A brief discussion on the mechanism design of Bitcoin
The fierce “arms race” of Bitcoin network has triggered concern over its fairness. At the beginning of its birth, every individual could mine the Bitcoin easily with a personal computer. According to Hal Finney, an early partner working with Satoshi, he gained thousands of Bitcoins within a few weeks which were mined by his personal computer. But nowadays Bitcoin has become the “private mine” of mega mining corporation and professional miners who own lots of ASIC devices, which seems to be unfair. People also worry that Bitcoins are concentrated in the hands of a small group of people, which hinders its promotion. The Coase theorem states, however, that with zero or little transaction cost and clear property rights, the market could reach its Pareto efficiency of resources allocation, no matter to whom the property is given at the very beginning. The whole system would also be fair if the ownership of the rights of property is set reasonably at the beginning.
Satoshi did take a thorough consideration when designed the Bitcoin mining mechanism. He then was confronted with two options: one allocating Bitcoins to all users according to the number of the nodes, namely one-IP-address-one-vote; the other allocating Bitcoins to the miners according to the computing power, namely one-CPU-one-vote. He chose the latter considering the security of Bitcoin network. He wrote in the White Paper that “If the majority were based on one-IP-address-one-vote, it could be subverted by anyone able to allocate many IPs.” Miners obtain Bitcoins by processing transaction data, which could be considered as an incentive mechanism. In retrospect, however, miners should put in their computing power to obtain Bitcoins which could be deemed as a public resource. Since the security of Bitcoin network is proportionate to the network’s computing power, the computing power put in by miners are used to ensure the security of the network, enabling normal users to trade safely without putting in any computing power. This is fair to both the users and the miners.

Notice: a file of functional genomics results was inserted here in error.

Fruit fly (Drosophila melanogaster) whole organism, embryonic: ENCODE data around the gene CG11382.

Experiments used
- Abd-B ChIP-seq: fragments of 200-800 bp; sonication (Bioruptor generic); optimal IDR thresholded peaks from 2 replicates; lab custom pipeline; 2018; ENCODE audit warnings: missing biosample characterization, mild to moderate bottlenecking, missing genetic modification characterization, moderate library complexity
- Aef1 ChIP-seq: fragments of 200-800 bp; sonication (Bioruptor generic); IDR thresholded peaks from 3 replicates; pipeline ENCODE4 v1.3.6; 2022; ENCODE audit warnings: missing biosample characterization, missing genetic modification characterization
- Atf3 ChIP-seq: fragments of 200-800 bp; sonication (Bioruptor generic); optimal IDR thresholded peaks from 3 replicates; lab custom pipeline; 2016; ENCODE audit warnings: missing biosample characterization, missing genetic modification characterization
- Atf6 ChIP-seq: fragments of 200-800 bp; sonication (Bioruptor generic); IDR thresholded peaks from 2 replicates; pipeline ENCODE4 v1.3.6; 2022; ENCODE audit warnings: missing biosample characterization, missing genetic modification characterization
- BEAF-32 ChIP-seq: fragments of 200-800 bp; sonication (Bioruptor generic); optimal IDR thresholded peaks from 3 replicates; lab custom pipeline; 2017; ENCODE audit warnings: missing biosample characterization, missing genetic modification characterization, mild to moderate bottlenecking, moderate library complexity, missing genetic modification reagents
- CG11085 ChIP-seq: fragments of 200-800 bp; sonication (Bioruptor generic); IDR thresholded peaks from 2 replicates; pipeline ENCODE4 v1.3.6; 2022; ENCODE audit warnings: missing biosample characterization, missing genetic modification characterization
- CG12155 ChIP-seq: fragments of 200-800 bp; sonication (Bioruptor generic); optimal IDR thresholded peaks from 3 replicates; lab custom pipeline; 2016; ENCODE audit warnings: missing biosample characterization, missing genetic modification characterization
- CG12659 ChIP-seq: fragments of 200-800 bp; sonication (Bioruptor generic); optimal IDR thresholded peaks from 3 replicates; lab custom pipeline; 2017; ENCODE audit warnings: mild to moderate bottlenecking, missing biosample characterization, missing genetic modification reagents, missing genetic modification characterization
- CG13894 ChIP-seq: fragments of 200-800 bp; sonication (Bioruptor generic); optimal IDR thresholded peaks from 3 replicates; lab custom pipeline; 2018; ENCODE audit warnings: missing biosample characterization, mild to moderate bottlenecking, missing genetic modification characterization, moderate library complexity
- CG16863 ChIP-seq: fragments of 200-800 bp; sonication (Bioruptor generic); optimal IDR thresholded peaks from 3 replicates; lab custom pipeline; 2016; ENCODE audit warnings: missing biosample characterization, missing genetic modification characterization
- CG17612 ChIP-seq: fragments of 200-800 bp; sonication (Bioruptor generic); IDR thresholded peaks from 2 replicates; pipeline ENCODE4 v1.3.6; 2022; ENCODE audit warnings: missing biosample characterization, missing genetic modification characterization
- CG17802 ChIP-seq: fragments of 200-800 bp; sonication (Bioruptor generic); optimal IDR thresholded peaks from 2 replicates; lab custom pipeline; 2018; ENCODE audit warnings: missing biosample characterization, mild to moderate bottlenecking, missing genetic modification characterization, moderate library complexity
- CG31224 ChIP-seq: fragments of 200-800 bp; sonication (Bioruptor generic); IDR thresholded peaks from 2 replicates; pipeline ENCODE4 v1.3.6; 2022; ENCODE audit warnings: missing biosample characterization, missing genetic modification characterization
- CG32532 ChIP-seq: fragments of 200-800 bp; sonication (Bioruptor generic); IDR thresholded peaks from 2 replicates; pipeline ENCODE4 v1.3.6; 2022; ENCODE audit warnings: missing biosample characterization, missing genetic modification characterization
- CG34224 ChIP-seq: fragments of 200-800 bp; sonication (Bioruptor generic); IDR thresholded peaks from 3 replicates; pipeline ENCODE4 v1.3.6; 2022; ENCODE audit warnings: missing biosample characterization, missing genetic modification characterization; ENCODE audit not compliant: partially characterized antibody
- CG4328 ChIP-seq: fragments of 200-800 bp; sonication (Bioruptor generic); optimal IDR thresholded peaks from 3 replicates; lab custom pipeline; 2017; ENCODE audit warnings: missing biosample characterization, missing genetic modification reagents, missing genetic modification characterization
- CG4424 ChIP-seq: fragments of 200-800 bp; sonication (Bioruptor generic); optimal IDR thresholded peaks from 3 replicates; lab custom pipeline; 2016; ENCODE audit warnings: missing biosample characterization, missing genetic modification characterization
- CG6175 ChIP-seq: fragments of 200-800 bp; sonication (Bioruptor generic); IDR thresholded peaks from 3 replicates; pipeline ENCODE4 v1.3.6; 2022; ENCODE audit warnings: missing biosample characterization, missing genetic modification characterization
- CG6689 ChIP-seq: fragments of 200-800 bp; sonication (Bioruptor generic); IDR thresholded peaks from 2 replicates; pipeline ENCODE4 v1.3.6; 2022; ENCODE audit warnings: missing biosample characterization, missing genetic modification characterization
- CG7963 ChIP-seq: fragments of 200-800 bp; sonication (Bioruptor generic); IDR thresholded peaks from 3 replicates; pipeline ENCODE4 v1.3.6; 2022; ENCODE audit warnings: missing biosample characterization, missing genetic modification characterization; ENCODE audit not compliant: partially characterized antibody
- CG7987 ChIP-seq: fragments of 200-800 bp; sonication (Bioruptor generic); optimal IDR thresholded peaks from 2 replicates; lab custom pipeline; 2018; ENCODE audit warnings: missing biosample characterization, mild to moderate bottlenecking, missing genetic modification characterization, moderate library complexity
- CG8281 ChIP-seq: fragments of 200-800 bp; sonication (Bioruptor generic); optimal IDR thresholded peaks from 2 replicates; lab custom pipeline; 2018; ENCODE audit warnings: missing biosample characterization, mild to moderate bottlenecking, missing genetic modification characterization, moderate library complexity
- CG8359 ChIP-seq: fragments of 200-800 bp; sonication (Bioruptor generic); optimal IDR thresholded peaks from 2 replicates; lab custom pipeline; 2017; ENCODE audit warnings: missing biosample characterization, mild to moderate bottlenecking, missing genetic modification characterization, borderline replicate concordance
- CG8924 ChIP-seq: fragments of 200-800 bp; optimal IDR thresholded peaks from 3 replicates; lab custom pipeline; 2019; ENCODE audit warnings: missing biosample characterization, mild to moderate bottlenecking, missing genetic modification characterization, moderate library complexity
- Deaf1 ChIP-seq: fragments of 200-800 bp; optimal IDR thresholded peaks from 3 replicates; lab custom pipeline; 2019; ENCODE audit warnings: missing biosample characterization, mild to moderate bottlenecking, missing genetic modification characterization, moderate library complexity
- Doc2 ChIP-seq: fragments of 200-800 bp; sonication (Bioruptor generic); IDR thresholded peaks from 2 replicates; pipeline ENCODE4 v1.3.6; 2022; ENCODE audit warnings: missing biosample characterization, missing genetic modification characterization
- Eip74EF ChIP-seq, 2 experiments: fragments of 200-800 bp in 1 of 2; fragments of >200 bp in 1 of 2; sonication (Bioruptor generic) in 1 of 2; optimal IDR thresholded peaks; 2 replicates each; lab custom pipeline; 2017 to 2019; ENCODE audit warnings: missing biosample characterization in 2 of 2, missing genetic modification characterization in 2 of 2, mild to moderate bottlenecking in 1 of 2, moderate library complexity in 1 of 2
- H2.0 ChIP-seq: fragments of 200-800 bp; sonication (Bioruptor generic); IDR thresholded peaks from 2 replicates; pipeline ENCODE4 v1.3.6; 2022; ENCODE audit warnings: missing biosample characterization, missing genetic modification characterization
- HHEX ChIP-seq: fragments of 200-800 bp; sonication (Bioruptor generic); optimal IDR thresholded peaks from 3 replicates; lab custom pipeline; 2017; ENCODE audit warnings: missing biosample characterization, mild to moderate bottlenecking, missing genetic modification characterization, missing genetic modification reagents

Although the initial allocation of Bitcoins is designed by the protocol, it is the market that decides the final allocation. Users possess the right to collect the computing power from miners and this right could be sold, which means miners “pay” the computing power to users in exchange for the ownership of Bitcoins in the block. On the other hand, miners possess the right to obtain the Bitcoins in a block and this right could also be sold, which means users could purchase Bitcoins from miners without putting computing power. If the computing power paid by miners is higher than the revenue generated by mining, miners would put in less computing power; correspondingly if the expense paid by users to purchase Bitcoin is higher than the mining cost, more and more users would join the mining industry. The market would reach equilibrium at the end and a highly-efficient allocation between computing power and Bitcoins would be realized.
In the first days after Bitcoin was created, transaction cost is almost zero and some special users could realize certain goals with small-amount-transaction. For example, Wikileaks coded some secret files in the blockchain with huge quantities of small-amount-transactions; Gambling websites like SatoshiDice informed their users of the gambling results (or even sent commercials)with small-amount-transactions. These actions has put more burdens on the overstuffed blockchain. Apprently those users who overuse the small-amount-transactions have taken too much public resource and a transaction tax imposed to them is necessary and reasonable. This Pigouvian-Taxes-like design could reduce the junk transaction to a huge extent and equalize the private cost and social cost of the transaction.
The rule of levying the transaction tax of Bitcoin is calculated to be economical. It discourages trivial payment, which means that if the output of a payment is less than 0.01BTC, a transaction fee of 0.0001BTC should be collected; A payment with bitcoins of longer history and more amount is prioritized; The trade data is “weighed” and a fee is collected for each kilobyte. As a unit tax, the transaction tax could be levied relatively ideally with the adjustment of deft mathematical algorithm, and consequently those special users who do lots of small-amount-transactions must refrain due to the expensive cost, while normal users could still keep the cost edge compared to traditional ways of payment. Even if there may be some inaccuracy, micro-adjustments could still be made by updating the protocol.